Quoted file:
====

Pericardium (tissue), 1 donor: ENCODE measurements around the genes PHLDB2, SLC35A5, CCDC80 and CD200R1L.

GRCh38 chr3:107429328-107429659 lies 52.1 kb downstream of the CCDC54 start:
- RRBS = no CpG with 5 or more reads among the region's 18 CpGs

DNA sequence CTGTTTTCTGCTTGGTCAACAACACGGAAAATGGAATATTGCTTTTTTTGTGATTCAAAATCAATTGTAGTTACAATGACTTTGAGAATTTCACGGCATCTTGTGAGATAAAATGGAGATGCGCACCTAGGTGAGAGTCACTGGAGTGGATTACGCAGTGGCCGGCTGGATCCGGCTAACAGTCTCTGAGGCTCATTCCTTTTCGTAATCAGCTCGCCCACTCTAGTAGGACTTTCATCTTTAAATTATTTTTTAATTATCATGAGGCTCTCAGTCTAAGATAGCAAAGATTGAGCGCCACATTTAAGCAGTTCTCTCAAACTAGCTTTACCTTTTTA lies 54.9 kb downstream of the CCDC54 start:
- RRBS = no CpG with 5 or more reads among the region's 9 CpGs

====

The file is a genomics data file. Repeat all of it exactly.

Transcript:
Pericardium (tissue), 1 donor: ENCODE measurements around the genes PHLDB2, SLC35A5, CCDC80 and CD200R1L.

GRCh38 chr3:107429328-107429659 lies 52.1 kb downstream of the CCDC54 start:
- RRBS = no CpG with 5 or more reads among the region's 18 CpGs

DNA sequence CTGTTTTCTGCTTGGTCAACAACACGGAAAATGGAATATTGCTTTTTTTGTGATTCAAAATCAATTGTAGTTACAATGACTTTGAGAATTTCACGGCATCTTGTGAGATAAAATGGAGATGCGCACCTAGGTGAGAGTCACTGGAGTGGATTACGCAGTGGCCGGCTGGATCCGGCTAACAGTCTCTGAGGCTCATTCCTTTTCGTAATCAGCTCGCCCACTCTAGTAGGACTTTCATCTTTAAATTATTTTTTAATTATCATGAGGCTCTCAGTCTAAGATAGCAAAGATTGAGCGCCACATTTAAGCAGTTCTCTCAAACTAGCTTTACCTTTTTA lies 54.9 kb downstream of the CCDC54 start:
- RRBS = no CpG with 5 or more reads among the region's 9 CpGs